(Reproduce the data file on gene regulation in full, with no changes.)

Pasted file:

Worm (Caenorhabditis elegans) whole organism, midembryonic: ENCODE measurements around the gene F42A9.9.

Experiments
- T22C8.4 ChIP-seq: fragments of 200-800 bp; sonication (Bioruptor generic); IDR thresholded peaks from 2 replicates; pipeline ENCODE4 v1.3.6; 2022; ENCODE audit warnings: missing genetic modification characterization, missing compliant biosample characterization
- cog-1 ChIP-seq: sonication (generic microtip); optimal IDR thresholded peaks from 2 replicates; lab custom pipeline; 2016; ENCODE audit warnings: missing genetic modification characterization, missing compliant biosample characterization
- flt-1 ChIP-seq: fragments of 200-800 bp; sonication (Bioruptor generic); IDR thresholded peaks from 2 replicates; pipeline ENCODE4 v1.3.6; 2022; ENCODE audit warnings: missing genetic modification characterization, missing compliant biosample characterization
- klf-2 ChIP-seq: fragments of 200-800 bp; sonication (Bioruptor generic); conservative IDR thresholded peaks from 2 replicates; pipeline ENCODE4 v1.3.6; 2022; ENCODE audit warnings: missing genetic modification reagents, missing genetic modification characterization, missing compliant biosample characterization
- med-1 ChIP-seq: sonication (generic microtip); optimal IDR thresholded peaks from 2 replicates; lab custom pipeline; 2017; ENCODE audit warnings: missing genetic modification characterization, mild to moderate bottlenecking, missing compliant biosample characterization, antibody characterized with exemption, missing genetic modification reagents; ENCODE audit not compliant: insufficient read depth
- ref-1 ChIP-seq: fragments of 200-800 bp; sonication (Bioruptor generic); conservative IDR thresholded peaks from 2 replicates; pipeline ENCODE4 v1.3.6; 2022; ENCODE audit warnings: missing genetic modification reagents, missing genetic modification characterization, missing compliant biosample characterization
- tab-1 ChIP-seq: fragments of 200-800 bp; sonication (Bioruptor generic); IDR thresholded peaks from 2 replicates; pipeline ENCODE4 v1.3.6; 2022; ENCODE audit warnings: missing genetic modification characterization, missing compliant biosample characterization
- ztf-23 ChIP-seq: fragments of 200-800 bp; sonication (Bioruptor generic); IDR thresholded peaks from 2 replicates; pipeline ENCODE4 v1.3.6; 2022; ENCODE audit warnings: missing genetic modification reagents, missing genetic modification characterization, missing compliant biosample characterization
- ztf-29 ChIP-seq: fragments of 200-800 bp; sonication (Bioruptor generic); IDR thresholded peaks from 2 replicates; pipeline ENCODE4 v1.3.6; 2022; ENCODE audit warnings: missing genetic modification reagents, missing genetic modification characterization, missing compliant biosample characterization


Worm (Caenorhabditis elegans) whole organism, midembryonic: ENCODE measurements around the gene F42A9.9.

Experiments
- T22C8.4 ChIP-seq: fragments of 200-800 bp; sonication (Bioruptor generic); IDR thresholded peaks from 2 replicates; pipeline ENCODE4 v1.3.6; 2022; ENCODE audit warnings: missing genetic modification characterization, missing compliant biosample characterization
- cog-1 ChIP-seq: sonication (generic microtip); optimal IDR thresholded peaks from 2 replicates; lab custom pipeline; 2016; ENCODE audit warnings: missing genetic modification characterization, missing compliant biosample characterization
- flt-1 ChIP-seq: fragments of 200-800 bp; sonication (Bioruptor generic); IDR thresholded peaks from 2 replicates; pipeline ENCODE4 v1.3.6; 2022; ENCODE audit warnings: missing genetic modification characterization, missing compliant biosample characterization
- klf-2 ChIP-seq: fragments of 200-800 bp; sonication (Bioruptor generic); conservative IDR thresholded peaks from 2 replicates; pipeline ENCODE4 v1.3.6; 2022; ENCODE audit warnings: missing genetic modification reagents, missing genetic modification characterization, missing compliant biosample characterization
- med-1 ChIP-seq: sonication (generic microtip); optimal IDR thresholded peaks from 2 replicates; lab custom pipeline; 2017; ENCODE audit warnings: missing genetic modification characterization, mild to moderate bottlenecking, missing compliant biosample characterization, antibody characterized with exemption, missing genetic modification reagents; ENCODE audit not compliant: insufficient read depth
- ref-1 ChIP-seq: fragments of 200-800 bp; sonication (Bioruptor generic); conservative IDR thresholded peaks from 2 replicates; pipeline ENCODE4 v1.3.6; 2022; ENCODE audit warnings: missing genetic modification reagents, missing genetic modification characterization, missing compliant biosample characterization
- tab-1 ChIP-seq: fragments of 200-800 bp; sonication (Bioruptor generic); IDR thresholded peaks from 2 replicates; pipeline ENCODE4 v1.3.6; 2022; ENCODE audit warnings: missing genetic modification characterization, missing compliant biosample characterization
- ztf-23 ChIP-seq: fragments of 200-800 bp; sonication (Bioruptor generic); IDR thresholded peaks from 2 replicates; pipeline ENCODE4 v1.3.6; 2022; ENCODE audit warnings: missing genetic modification reagents, missing genetic modification characterization, missing compliant biosample characterization
- ztf-29 ChIP-seq: fragments of 200-800 bp; sonication (Bioruptor generic); IDR thresholded peaks from 2 replicates; pipeline ENCODE4 v1.3.6; 2022; ENCODE audit warnings: missing genetic modification reagents, missing genetic modification characterization, missing compliant biosample characterization